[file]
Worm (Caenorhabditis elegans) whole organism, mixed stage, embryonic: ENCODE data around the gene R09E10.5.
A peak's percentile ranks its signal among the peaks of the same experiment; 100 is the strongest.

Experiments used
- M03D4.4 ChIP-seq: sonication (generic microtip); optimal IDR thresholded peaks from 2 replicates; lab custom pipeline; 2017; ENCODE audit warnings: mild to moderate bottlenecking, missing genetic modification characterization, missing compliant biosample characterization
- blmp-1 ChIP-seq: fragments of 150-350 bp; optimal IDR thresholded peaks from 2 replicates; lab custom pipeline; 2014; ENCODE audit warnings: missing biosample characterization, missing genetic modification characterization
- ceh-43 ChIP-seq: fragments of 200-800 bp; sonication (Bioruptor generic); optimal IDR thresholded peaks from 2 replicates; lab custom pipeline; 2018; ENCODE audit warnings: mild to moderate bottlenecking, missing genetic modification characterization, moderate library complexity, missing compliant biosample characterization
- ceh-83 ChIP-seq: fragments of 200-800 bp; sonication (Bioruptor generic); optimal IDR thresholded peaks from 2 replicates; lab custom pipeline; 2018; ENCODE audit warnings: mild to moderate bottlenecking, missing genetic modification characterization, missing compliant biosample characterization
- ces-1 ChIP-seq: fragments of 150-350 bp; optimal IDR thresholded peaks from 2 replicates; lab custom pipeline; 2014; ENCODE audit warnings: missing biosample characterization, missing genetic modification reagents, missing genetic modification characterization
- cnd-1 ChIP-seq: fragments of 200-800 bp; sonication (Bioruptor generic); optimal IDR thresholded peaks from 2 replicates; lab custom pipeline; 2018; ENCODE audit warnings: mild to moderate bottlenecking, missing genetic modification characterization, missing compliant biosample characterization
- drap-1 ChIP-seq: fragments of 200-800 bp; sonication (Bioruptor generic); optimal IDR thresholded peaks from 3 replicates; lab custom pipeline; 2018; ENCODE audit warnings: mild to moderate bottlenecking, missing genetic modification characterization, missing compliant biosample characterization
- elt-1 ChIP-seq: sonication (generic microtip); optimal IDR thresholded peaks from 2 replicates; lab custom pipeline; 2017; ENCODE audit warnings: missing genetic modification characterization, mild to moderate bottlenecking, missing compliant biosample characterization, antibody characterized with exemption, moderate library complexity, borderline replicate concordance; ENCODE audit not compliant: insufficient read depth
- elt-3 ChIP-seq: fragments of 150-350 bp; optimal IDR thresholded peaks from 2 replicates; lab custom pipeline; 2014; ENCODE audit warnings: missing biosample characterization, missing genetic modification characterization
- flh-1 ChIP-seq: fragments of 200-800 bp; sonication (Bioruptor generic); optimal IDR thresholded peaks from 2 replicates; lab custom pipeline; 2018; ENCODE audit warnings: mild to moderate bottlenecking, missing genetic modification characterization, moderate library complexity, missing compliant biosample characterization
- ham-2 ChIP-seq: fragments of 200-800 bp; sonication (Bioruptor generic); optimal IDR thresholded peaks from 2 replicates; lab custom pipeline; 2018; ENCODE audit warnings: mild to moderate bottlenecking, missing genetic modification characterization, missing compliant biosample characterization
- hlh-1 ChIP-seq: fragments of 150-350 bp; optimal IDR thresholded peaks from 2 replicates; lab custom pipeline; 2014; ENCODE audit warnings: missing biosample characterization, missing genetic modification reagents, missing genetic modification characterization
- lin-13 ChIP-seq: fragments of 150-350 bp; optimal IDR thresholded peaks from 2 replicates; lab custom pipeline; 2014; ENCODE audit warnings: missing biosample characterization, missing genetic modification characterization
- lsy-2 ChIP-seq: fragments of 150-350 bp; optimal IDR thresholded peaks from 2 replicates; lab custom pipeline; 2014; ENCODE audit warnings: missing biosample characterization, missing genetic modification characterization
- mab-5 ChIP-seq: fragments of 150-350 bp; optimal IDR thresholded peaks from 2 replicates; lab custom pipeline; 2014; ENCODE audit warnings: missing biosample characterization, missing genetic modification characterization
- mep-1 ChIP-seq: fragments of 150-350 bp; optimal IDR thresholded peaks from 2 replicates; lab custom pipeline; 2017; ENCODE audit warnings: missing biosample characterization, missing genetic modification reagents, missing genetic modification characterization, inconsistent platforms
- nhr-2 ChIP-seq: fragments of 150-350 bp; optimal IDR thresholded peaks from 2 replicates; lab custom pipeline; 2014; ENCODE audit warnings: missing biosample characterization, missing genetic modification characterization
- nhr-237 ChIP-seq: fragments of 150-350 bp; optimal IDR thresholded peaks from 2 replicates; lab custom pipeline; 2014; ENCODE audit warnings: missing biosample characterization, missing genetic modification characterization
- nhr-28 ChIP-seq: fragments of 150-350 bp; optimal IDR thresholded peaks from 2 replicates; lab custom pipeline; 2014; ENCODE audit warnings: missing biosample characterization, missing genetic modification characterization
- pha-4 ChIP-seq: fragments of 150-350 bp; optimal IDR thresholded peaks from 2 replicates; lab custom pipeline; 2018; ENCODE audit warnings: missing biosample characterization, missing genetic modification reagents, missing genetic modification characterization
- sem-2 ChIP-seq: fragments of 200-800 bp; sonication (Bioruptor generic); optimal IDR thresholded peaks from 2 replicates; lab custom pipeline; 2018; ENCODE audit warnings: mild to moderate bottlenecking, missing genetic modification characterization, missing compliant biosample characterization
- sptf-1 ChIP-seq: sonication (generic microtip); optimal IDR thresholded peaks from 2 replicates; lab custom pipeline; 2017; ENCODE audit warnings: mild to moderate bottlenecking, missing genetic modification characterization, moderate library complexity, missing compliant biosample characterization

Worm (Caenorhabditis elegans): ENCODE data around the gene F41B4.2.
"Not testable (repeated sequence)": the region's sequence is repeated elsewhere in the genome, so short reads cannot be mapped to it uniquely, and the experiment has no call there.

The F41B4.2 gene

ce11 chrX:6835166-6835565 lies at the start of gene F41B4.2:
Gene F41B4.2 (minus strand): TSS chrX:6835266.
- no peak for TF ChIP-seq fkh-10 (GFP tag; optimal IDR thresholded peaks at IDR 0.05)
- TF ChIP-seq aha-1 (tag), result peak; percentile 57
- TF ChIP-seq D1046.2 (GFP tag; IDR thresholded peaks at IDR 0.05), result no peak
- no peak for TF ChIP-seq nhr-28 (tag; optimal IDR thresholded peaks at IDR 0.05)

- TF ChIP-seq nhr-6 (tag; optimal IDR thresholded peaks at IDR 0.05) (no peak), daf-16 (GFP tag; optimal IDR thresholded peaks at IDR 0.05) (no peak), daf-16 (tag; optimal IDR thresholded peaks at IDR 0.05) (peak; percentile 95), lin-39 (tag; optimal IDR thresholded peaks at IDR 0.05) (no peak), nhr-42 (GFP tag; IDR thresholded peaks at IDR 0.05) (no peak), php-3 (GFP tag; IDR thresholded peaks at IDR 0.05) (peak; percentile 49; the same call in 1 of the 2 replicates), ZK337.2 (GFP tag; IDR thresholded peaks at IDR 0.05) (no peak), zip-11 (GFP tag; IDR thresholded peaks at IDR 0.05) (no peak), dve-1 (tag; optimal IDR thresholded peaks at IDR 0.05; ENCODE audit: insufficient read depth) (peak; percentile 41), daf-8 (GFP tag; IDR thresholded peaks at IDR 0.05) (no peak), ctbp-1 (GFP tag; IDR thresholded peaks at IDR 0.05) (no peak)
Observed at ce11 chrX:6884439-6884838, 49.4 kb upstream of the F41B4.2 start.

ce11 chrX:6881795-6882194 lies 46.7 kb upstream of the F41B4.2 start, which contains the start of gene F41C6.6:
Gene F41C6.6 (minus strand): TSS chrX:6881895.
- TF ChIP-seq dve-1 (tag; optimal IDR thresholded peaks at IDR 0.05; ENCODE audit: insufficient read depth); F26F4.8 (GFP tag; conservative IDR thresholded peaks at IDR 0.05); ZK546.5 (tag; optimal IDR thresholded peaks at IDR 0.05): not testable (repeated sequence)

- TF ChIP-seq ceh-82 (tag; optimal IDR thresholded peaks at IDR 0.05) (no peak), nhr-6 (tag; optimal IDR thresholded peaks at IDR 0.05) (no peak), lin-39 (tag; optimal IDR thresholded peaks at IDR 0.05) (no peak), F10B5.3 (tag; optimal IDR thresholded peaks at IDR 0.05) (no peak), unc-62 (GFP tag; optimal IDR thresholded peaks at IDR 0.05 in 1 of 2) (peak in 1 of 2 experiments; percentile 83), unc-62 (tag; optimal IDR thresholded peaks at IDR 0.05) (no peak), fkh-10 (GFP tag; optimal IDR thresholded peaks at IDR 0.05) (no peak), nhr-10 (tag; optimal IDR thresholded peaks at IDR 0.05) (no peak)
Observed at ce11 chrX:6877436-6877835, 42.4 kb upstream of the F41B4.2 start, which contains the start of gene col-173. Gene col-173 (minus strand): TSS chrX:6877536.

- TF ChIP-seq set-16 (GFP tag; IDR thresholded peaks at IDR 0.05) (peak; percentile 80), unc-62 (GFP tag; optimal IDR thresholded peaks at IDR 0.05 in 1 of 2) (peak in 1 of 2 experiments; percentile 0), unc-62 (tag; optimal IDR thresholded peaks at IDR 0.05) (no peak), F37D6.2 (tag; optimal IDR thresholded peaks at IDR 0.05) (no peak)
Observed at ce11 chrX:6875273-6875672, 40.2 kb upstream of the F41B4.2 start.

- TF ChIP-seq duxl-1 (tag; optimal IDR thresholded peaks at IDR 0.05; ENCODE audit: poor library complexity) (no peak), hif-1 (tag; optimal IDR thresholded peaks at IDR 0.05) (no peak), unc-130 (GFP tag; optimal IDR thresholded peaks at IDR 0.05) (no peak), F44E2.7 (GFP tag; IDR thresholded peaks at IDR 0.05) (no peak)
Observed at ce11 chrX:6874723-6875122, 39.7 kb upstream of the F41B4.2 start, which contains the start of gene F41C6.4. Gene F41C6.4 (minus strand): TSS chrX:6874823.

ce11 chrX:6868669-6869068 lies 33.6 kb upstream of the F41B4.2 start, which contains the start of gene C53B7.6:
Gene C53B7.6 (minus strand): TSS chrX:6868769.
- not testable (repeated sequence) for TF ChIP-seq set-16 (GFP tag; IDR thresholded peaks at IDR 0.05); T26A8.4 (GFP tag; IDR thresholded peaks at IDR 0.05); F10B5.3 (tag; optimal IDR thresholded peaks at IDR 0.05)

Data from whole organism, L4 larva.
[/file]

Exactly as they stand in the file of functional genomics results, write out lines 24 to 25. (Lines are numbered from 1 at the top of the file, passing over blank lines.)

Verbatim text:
- sem-2 ChIP-seq: fragments of 200-800 bp; sonication (Bioruptor generic); optimal IDR thresholded peaks from 2 replicates; lab custom pipeline; 2018; ENCODE audit warnings: mild to moderate bottlenecking, missing genetic modification characterization, missing compliant biosample characterization
- sptf-1 ChIP-seq: sonication (generic microtip); optimal IDR thresholded peaks from 2 replicates; lab custom pipeline; 2017; ENCODE audit warnings: mild to moderate bottlenecking, missing genetic modification characterization, moderate library complexity, missing compliant biosample characterization